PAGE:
Here is an equation by John Jantsch over at Duct Tape Marketing:
“Content + Context + Connection + Community = Social Media Marketing”
In a world where localization and customization have transformed customers’ expectations, approaching social media for your small business requires rethinking what we put into it. Here are my notes on the four elements Jantsch describes in his equation:
Content is king. I’ll probably go into some longer posts about what kind of content you can share with your community and potential customers. Top of my mind, though, is that content doesn’t have to be long or involved to give value to people. Write a short article explaining some basic concepts in your industry. Conduct a product comparison and make it available on your website. Create a “Daily Tip” for your Twitter account. All valuable content of a manageable size and you can stick to the format and continue to add fresh topics regularly.
Context means everything. The more out of context the marketing is, the more jarring it is. Junk mail is called junk because it is stuff you don’t need and didn’t ask for. Same goes for spam. Join relevant groups on LinkedIn or Facebook; you might find people who are a better target. Listen to conversations on Twitter and Facebook to understand what people are concerned about and address that. Avoid looking out of touch by simply posting “Here I am!” posts without contributing anything meaningful to the larger conversation.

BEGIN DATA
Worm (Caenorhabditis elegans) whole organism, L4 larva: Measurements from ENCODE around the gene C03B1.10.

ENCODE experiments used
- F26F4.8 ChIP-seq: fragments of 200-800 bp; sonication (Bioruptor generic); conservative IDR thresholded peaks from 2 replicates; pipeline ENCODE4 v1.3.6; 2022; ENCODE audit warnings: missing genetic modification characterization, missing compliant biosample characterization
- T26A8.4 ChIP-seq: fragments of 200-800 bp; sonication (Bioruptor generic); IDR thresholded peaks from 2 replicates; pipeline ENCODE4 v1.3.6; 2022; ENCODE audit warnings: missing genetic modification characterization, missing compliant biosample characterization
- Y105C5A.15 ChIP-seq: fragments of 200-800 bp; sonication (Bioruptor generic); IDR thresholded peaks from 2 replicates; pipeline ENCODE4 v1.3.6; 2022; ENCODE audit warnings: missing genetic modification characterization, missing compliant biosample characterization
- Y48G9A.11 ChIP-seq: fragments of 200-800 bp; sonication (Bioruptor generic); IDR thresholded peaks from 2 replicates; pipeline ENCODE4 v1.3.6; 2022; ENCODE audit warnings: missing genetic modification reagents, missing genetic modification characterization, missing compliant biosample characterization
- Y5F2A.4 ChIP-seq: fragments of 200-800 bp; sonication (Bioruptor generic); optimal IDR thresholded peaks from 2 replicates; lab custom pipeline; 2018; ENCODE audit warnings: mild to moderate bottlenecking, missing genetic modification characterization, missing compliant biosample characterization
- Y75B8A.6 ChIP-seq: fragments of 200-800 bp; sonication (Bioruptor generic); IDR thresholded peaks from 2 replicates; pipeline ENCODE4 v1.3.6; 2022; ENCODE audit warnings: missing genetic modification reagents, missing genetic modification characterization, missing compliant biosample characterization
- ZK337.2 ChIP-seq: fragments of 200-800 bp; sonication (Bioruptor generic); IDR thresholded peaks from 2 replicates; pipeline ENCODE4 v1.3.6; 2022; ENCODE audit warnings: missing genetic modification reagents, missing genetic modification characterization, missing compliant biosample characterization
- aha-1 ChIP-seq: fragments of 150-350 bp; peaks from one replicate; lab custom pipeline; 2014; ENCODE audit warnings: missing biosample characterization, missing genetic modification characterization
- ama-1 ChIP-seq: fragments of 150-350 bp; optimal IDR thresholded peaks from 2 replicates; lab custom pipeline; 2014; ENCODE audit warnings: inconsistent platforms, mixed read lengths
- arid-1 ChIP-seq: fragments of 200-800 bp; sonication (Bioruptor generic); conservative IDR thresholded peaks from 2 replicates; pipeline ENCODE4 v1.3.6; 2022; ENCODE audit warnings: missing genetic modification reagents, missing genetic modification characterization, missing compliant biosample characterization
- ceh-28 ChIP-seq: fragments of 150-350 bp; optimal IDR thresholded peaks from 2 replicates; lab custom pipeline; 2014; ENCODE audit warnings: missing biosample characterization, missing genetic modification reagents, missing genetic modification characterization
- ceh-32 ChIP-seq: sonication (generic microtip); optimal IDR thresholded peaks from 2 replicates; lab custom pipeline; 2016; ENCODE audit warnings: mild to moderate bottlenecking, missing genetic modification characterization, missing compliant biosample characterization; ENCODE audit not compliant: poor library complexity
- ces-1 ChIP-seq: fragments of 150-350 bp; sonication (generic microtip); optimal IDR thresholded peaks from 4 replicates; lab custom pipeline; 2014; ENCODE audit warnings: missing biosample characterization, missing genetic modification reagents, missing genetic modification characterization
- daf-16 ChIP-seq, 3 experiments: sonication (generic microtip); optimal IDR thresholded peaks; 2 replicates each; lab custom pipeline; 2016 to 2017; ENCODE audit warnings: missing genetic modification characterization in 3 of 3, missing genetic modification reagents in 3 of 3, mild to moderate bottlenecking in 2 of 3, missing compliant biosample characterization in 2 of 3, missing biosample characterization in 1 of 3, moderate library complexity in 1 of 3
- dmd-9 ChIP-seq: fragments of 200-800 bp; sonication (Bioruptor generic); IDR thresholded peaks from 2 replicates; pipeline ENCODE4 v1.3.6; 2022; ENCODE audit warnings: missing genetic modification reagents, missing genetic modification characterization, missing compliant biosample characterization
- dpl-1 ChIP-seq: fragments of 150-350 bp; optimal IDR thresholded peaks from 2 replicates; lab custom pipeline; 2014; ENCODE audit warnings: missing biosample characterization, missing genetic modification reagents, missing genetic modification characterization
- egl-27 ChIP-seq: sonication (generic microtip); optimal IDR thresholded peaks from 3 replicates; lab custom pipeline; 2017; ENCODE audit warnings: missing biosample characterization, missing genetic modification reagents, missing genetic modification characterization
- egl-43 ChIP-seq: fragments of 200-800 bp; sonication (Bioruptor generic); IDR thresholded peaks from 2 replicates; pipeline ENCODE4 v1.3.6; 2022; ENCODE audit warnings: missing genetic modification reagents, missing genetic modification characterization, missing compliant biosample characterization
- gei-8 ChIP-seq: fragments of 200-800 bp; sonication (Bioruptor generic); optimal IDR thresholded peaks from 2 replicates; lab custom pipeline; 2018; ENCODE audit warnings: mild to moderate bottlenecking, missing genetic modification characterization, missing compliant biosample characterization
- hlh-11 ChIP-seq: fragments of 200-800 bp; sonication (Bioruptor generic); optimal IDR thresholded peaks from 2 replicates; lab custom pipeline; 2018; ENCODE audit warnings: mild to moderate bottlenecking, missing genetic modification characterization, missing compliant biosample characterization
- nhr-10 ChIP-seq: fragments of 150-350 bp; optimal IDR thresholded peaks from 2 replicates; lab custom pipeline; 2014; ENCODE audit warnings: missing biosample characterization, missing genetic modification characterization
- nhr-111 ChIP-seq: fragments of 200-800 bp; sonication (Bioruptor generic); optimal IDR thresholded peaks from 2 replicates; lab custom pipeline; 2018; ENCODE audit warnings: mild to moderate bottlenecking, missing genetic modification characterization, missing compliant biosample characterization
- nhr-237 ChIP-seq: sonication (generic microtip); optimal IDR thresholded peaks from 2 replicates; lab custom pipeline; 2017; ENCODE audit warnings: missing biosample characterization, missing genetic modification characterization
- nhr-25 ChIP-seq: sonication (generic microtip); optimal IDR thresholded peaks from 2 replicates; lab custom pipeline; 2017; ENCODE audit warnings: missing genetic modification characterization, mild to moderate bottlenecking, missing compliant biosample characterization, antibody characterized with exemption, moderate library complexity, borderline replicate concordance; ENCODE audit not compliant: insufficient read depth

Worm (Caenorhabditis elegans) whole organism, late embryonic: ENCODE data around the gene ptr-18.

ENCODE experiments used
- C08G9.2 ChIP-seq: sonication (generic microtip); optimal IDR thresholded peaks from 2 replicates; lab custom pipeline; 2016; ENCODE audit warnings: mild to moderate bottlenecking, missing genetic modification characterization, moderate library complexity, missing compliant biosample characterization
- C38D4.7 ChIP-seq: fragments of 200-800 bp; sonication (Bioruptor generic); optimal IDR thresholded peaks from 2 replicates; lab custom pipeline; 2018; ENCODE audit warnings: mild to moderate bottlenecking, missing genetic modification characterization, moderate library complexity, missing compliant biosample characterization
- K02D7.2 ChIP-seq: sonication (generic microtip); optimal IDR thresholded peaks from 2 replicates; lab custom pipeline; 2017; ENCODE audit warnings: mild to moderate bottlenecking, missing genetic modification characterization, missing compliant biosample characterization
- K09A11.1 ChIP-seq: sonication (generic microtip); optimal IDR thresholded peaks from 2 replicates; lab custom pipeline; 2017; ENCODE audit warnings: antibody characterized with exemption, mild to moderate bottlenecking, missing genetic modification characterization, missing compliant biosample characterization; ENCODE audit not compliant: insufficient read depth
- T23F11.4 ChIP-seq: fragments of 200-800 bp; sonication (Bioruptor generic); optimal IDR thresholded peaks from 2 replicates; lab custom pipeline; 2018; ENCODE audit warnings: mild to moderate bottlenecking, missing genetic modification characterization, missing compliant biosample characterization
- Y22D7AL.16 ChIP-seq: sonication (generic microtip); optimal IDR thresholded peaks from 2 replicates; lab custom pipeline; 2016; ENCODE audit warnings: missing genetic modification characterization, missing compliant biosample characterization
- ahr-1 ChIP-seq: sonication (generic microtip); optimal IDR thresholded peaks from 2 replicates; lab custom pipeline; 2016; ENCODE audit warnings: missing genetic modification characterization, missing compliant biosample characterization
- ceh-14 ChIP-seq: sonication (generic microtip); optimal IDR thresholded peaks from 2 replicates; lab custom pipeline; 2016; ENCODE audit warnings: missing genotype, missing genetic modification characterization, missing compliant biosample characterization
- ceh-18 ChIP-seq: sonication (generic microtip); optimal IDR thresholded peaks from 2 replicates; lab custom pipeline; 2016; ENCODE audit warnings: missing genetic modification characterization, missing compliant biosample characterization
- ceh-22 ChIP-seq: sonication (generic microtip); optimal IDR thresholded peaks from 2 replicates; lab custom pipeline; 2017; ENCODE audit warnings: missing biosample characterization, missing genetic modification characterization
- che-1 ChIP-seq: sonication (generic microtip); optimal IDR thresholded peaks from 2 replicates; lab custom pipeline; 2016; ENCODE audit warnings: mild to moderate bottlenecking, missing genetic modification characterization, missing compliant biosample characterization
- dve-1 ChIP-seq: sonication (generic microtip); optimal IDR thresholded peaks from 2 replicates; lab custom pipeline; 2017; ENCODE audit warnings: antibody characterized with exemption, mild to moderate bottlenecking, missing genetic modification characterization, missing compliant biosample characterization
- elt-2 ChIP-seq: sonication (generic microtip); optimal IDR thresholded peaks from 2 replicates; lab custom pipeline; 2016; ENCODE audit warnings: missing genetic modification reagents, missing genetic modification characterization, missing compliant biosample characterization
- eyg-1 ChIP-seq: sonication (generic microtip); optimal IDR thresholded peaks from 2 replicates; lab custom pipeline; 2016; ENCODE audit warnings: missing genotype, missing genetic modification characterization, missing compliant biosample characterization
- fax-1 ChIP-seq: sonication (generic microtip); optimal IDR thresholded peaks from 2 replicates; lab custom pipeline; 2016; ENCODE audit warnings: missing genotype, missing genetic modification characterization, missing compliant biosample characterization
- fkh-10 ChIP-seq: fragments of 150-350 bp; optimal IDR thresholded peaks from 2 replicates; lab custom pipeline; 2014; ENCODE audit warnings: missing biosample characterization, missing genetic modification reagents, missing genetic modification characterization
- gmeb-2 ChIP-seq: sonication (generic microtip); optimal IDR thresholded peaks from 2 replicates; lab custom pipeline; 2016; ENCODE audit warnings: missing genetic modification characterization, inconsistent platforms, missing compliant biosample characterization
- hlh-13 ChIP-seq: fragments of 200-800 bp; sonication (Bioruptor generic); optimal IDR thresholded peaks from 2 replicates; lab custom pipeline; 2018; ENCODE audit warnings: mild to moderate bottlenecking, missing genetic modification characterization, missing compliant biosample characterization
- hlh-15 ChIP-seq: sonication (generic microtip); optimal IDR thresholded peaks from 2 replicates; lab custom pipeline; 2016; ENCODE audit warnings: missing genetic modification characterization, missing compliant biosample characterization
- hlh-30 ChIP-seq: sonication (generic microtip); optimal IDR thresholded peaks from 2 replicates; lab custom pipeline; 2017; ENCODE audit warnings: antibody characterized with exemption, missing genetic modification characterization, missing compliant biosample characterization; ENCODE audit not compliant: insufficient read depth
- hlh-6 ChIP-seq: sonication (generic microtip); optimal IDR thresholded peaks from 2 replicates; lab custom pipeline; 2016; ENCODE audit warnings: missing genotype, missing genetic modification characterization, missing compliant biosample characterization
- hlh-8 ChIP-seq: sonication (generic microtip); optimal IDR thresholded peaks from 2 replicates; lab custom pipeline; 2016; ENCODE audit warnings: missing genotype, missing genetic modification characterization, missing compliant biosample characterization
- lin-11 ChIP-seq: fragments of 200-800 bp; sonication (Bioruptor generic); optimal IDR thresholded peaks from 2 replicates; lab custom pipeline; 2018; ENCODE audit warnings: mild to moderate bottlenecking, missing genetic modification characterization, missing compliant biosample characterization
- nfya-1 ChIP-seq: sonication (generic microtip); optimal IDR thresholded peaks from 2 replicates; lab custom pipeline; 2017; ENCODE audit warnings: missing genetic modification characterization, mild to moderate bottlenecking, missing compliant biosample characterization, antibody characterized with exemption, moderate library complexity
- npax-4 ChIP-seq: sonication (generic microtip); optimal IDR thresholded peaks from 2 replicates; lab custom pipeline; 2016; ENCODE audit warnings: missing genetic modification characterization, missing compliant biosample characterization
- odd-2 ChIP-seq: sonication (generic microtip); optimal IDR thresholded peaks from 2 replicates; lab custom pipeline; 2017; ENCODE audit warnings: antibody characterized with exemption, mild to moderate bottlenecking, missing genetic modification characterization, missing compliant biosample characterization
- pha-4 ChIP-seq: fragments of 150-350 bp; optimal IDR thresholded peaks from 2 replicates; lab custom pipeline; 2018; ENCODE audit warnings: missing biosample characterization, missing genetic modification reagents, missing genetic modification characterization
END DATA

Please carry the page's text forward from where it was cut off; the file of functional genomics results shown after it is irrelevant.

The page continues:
Connect with human beings. Speaking of the larger conversation, don’t forget the SOCIAL in social media! For many reasons, using your business name as your Facebook profile is a dicey move. Not only is it technically in violation of Facebook protocol, it also removes the humanity from the connection. I don’t talk to corporations, I talk to people. I want to know what individuals think of my products. For companies I’m interested in, I want to hear from a real person. Do they enjoy what they do? Are there insights they can give me? Will they respond when I make a comment or have a question? Use the Public Page (or Fan Page) to create your business’s contribution to Facebook so you can be the wonderful complex human being you are in your FB profile. This allows you to both have an “official” presence and build relationships via social media.
Community is where we live. Whether it is your physical community, or a web of people online, in clubs or other social places, community is where humans live. The people you’re trying to reach care about stuff. Maybe it’s animals, maybe it’s local politics, maybe it’s chocolate. Listen and learn, then get active as a citizen in that community. If you and your company are passionate about something, start there. (Be aware that there are some causes that are rather polarizing. If you’re taking a controversial stand, be prepared for some heated reactions. That can be a good thing, though! Its up to you.) If people need help, do what you can. Stand out as a business that acts, not just postures, in the community.
Does that spark any ideas? Any ways to contribute more meaningfully to the conversation? I’d love to hear some of your questions, thoughts, ideas or challenges!